2 November 11 | Chad W. Post

Last Sunday’s New York Times Book Review had a few interesting pieces, including Adam Thirlwell’s review of David Bellos’s new book Is That a Fish in Your Ear?, which is, by far, one of the best reviews I’ve read about this title.

That’s not all that surprising, since Thirlwell is such an excellent writer and translation enthusiast. (His The Delighted States is definitely worth reading.) And this book is right in his wheelhouse (so to speak).

I’m just going to quote at length, since Adam gets so many things right about Is That a Fish in Your Ear?:

David Bellos’s new book on translation at first sidesteps this philosophy. He describes the dragomans of Ottoman Turkey, the invention of simultaneous translation at the Nuremberg trials, news wires, the speech bubbles of Astérix, Bergman subtitles. . . . He offers an anthropology of translation acts. But through this anthropology a much grander project emerges. The old theories were elegiac, stately; they were very much severe. Bellos is practical, and sprightly. He is unseduced by elegy. And this is because he is on to something new.

Bellos is a professor of French and comparative literature at Princeton University, and also the director of the Program in Translation and Intercultural Communication there (at which, I should add, I once spoke). But to me he’s more interesting as the translator of two peculiarly great and problematic novelists: the Frenchman Georges Perec, whose work is characterized by a manic concern for form, and the Albanian Ismail Kadare, whose work Bellos translates not from the original Albanian, but from French translations supervised by Kadare. Bellos’s twin experience with these novelists is, I think, at the root of his new book, for these experiences with translation prove two things: It’s still possible to find adequate equivalents for even manically formal prose; and it’s also possible to find such equivalents via a language that is not a work’s original. Whereas according to the sad and orthodox theories of translation, neither of these truths should be true. [. . .]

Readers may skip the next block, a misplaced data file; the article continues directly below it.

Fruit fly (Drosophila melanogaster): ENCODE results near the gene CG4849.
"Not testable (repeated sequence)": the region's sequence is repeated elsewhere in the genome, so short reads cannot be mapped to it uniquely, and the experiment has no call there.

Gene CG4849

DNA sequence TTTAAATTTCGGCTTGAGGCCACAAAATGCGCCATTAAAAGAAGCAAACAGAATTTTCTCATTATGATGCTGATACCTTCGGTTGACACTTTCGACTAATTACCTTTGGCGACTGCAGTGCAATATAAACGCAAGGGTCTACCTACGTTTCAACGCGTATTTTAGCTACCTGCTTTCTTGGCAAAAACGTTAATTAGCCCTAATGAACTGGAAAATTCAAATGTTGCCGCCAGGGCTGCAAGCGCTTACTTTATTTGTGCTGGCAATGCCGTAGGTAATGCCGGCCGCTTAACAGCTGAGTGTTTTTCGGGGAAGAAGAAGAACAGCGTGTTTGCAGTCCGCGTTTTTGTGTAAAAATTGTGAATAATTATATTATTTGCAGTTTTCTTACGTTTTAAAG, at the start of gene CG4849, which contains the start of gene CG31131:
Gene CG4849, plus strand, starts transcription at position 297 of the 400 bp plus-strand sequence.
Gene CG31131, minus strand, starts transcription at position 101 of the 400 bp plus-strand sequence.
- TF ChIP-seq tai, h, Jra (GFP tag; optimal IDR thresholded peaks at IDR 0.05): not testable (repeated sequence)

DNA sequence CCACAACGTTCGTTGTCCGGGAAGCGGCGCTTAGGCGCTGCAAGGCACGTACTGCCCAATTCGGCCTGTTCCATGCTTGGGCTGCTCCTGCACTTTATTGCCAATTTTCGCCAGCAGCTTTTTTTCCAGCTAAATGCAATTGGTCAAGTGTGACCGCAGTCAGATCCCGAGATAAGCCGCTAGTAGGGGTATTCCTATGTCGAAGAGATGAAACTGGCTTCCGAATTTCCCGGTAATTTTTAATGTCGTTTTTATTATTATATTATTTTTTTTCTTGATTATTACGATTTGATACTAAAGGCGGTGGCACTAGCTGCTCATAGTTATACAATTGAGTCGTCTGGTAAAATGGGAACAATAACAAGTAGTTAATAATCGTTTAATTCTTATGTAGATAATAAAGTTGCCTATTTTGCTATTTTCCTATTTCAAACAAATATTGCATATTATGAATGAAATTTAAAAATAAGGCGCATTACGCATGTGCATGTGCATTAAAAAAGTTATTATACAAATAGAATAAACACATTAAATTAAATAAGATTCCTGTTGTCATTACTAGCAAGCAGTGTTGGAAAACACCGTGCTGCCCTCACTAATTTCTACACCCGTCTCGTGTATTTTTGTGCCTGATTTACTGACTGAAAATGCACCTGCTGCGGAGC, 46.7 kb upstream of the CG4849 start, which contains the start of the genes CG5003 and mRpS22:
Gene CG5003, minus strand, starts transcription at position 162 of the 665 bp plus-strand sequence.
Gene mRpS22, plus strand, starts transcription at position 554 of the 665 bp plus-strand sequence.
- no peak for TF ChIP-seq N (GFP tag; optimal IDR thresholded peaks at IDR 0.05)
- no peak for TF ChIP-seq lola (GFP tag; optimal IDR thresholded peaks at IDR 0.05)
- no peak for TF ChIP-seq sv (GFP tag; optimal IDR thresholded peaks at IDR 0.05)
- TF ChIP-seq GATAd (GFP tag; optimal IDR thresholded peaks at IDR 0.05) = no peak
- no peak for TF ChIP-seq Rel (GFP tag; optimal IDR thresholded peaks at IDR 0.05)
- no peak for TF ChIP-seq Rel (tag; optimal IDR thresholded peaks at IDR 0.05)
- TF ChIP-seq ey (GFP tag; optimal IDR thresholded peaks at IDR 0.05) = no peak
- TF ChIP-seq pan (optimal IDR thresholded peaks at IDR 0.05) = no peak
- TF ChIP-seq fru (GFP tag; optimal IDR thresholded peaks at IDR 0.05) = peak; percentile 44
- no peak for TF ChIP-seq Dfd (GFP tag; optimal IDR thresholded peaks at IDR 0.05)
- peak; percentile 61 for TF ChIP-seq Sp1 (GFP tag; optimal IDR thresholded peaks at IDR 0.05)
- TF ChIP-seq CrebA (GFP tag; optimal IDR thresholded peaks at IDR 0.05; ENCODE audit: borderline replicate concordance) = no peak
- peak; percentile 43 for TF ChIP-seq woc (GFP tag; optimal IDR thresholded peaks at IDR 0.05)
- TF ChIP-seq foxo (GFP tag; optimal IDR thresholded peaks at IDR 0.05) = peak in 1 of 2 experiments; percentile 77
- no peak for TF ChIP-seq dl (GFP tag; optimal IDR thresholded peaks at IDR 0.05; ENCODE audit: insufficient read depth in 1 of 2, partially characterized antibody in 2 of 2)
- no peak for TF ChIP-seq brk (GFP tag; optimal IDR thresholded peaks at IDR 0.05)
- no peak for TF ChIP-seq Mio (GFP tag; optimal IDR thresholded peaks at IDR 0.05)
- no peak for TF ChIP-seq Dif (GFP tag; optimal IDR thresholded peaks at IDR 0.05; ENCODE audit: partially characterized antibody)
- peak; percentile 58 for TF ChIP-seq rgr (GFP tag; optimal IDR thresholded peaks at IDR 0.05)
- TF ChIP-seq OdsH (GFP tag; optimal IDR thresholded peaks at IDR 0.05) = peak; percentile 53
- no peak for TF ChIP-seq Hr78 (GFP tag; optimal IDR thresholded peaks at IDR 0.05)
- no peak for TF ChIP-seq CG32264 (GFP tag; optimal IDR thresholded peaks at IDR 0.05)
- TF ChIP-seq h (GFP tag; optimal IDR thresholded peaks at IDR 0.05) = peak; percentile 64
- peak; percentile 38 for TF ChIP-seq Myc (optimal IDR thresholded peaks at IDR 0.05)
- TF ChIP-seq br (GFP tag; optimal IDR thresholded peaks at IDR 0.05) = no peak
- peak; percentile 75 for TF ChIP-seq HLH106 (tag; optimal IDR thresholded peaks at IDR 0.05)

We’re used to thinking that each person speaks an individual language — his mother tongue — and that this mother tongue is a discrete entity, with a vocabulary manipulated by a fixed grammar. But this picture, Bellos argues, doesn’t match the everyday shifts of our multiple languages, nor the mess of our language use. Bellos’s deep philosophical enemy is what he calls “nomenclaturism,” “the notion that words are essentially names” — a notion that has been magnified in our modern era of writing: a conspiracy of lexicographers. It annoys him because this misconception is often used to support the idea that translation is impossible, since all languages largely consist of words with no single comprehensive equivalent in other languages. But, Bellos writes: “A simple term such as ‘head,’ for example, can’t be counted as the ‘name’ of any particular thing. It figures in all kinds of expressions.” And while no single word in French, say, will cover all the connotations of the word “head,” its meaning “in any particular usage can easily be represented in another language.”

The misconception, however, has a very long history. Ever since St. Jerome translated the Bible into Latin, discussion of translation has dissolved into the ineffable — the famous idea that each language creates an essentially different mental world, and so all translations are doomed to philosophical inadequacy. In Bellos’s new proposal, translation instead “presupposes . . . the irrelevance of the ineffable to acts of communication.” Zigzagging through case studies of missionary Bibles or cold war language machines, Bellos calmly removes this old idea of the ineffable, and its unfortunate effects.

Like the book itself, this review makes me really happy. It’s so positive and honest and uplifting and pragmatic—traits that aren’t always present in discussions about literary translation. (As Bellos said in an article we referenced earlier in the week, “bellyaching is part of the community.”)